Thailand exports

The Thai baht has had an interesting year. Having strengthened to levels in mid-April not seen since the 1997 Asian crisis, it’s been on a depreciation ride since, sliding back from 28.62 to the dollar to over 31.

So that should give exports a boost, shouldn’t it? Not in the last couple of months. Read more

By Jake Maxwell Watts and Gwen Robinson in Bangkok

The heated debate in Thailand about whether the central bank should intervene to stem the biggest rise in the baht in 16 years intensified this week as a survey of Thai companies revealed that almost 10 per cent of entrepreneurs claim they would go out of business if the baht rose further to 27.90 to the dollar.

Thailand’s currency was hovering around 28.90 to the dollar on Thursday, down from 28.56 last week, but still nearly 6 per cent higher than at the beginning of the year. The baht’s steady appreciation has been largely driven by inflows of foreign capital seeking strong returns from Thailand’s booming economy and exiting Japan. Read more

The yen shock has sent shudders around Japan’s Asian exporter rivals, not least Thailand.

The baht has soared spreading consternation among exporters. But even in a country where exports are over 75 per cent of GDP, the picture isn’t as simple as it seems. First, currency isn’t the only determinant of export competitiveness in a world of complex trade flows. And second, there could be benefits to Thailand in the expected outflow of Japanese money seeking higher yields in emerging markets. Read more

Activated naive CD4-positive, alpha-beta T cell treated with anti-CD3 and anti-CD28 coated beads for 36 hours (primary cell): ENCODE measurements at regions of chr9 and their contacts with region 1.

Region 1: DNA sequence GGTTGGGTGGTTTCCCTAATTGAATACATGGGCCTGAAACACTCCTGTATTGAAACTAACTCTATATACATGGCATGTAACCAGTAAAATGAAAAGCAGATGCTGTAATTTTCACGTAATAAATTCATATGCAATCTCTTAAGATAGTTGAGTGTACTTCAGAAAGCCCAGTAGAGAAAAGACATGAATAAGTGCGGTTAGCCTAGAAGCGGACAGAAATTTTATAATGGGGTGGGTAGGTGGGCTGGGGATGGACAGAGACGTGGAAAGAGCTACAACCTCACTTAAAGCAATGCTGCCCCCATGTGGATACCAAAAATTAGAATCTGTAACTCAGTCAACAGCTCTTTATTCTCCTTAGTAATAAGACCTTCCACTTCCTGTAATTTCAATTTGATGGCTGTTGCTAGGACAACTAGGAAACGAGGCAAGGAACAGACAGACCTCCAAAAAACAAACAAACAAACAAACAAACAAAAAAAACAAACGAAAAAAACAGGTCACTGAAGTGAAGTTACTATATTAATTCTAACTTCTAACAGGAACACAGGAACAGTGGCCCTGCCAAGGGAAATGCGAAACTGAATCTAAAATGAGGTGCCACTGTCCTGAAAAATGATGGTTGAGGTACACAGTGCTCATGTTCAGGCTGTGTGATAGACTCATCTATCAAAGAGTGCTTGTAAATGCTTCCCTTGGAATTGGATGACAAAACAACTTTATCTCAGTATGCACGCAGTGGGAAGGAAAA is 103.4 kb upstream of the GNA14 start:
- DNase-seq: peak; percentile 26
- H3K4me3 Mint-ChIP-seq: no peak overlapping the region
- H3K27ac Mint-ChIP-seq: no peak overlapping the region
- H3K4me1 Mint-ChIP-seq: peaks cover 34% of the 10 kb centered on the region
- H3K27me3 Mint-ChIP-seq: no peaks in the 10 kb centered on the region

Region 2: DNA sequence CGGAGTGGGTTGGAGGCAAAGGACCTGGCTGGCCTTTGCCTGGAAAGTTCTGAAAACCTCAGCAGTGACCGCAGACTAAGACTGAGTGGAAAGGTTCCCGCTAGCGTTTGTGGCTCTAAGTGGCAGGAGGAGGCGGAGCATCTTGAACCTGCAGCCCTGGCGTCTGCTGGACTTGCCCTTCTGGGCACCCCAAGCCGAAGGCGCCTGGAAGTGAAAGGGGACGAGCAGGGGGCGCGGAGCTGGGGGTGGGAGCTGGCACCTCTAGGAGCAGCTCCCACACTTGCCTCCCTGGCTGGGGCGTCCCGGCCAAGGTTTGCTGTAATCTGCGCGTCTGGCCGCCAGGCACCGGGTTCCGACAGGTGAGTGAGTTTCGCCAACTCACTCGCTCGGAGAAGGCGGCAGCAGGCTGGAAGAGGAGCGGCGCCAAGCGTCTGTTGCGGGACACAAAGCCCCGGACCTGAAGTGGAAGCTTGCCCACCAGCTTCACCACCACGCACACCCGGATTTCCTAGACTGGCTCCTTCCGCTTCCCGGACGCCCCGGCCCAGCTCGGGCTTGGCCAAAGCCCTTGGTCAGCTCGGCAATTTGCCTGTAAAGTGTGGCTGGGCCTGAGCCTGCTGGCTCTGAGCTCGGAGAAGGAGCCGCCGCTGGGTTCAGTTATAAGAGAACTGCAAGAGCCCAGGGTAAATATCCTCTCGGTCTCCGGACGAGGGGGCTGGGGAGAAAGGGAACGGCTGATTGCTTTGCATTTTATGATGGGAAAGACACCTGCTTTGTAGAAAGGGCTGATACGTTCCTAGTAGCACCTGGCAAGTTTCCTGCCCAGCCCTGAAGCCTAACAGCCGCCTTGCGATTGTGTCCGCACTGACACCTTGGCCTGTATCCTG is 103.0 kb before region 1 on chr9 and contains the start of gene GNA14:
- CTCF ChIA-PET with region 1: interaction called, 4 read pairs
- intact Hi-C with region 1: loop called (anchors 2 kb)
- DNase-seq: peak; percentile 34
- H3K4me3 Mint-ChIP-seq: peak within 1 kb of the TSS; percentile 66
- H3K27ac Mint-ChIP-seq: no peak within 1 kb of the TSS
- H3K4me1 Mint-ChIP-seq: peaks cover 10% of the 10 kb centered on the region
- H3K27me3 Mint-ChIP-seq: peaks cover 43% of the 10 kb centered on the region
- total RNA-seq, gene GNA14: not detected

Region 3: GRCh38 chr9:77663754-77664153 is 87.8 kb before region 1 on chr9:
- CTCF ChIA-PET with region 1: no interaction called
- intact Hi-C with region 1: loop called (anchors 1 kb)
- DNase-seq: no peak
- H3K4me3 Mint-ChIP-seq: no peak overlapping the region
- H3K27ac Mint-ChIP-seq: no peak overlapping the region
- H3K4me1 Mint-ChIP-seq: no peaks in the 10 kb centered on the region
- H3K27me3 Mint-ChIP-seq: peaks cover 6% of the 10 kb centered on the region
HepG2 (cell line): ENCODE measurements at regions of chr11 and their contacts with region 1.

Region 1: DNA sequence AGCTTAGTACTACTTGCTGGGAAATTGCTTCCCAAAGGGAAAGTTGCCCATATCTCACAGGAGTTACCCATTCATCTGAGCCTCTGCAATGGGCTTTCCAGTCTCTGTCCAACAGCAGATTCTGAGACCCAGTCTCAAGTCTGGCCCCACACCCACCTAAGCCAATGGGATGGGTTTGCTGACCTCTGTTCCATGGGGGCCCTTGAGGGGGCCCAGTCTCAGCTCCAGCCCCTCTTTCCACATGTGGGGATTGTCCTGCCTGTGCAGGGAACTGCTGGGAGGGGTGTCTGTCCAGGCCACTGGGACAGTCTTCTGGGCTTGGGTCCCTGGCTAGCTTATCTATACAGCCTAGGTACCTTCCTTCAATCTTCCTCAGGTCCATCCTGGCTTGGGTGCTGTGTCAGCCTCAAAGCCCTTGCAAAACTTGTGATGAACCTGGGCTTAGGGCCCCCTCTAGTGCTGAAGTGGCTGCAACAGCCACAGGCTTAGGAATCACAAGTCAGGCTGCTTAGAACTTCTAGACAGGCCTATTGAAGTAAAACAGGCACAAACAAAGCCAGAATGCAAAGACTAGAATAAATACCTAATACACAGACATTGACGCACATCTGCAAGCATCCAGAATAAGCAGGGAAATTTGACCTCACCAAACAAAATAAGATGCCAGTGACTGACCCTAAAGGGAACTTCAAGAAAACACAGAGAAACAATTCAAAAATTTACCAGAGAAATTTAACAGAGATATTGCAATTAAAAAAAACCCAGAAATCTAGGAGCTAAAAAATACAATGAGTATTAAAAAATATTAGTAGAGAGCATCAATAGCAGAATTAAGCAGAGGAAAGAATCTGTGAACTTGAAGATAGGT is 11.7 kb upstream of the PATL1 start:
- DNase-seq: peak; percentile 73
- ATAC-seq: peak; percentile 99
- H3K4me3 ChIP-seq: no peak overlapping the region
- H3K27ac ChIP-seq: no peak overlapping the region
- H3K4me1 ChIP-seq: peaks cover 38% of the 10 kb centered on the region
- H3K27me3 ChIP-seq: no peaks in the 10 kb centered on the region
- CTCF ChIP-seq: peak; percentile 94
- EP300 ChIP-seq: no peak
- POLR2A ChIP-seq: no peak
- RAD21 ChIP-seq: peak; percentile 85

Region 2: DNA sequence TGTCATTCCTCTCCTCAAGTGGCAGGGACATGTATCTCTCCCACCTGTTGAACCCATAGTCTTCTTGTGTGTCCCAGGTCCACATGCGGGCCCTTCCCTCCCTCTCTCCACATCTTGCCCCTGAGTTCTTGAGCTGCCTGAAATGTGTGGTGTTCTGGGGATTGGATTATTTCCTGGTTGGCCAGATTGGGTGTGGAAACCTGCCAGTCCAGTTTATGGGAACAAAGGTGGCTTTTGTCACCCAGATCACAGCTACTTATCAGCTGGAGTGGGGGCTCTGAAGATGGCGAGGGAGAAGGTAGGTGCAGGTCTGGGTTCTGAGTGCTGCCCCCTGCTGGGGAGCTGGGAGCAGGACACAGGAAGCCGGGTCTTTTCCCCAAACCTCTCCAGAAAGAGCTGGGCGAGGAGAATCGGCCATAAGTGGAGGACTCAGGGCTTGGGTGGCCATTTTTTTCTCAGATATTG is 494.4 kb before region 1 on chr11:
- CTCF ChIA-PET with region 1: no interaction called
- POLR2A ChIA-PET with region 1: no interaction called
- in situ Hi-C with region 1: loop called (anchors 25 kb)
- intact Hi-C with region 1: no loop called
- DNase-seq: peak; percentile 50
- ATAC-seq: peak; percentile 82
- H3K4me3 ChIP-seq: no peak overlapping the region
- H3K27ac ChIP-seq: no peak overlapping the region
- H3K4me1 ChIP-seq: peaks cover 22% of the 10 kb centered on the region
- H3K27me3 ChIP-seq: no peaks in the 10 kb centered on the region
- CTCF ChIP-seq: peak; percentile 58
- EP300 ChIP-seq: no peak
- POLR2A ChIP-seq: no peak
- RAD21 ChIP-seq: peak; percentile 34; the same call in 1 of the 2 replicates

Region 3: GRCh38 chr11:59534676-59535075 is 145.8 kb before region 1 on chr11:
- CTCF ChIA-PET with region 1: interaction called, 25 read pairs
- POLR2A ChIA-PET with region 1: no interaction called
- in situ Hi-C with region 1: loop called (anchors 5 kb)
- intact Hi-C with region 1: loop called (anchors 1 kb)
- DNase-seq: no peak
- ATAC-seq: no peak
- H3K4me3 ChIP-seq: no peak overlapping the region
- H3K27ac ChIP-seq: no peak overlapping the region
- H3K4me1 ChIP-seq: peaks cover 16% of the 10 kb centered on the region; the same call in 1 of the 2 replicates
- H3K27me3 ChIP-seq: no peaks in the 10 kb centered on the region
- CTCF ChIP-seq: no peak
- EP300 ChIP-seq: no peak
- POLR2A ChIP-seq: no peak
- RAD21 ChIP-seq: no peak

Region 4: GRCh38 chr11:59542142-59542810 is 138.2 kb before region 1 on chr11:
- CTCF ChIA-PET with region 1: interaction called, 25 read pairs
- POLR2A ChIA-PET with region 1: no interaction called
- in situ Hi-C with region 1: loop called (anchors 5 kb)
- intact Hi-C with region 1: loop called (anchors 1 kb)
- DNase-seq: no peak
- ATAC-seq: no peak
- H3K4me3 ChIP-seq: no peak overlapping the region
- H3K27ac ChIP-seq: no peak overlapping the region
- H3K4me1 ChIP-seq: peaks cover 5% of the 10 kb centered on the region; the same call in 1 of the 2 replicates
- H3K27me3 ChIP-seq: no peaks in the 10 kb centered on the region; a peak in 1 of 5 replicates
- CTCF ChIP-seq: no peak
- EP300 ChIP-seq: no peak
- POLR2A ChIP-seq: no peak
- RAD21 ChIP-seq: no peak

The Thai baht hit a 16-year record on Tuesday, appreciating another 0.8 per cent and falling below 29 to the dollar for the first time since the Asian financial crisis of 1997.

The baht touched 28.93 to the dollar at one point, before weakening to just over 29. It’s a worry for policy makers, who have seen the baht appreciate by over 5 per cent already this year alone, but who don’t seem to have a lot of options. Read more

A quick look at Thailand’s record stock market returns and robust GDP growth (6.6 per cent last year), and you might forget there is still a global economic crisis going on. But however isolated Thailand may seem from the world’s spluttering rich economies, February’s export figures are proof that it is not. Read more

What rebound? After the catastrophic floods of late 2011, Thailand should by now be hoping for something closer to normality in terms of trade.

Instead, it’s got the biggest trade deficit on record in January – a whopping 5.5bn, the largest since 1991. What’s going on? Read more

Thai exports last month posted their biggest increase in over a year as the country’s factories recovered from floods and global demand picked up after a sluggish summer.

Even so, the 15.6 per cent rise fell short of expectations as economists had pencilled in 20 per cent. That gives the central bank a little more reason to cut rates when it meets on Thursday, though most forecasters still expect the Bank of Thailand to leave rates unchanged at 2.75 per cent following last month’s surprise reduction. Read more

Thailand’s economy grew at a 3 per cent year on year in the third quarter, a slight decrease from Q2 but in line with analysts’ expectations.

But as data released on Monday show, the pattern of the previous four quarters is now entrenched – Thai GDP is being dragged down by its poor export performance. Chart of the week takes a closer look. Read more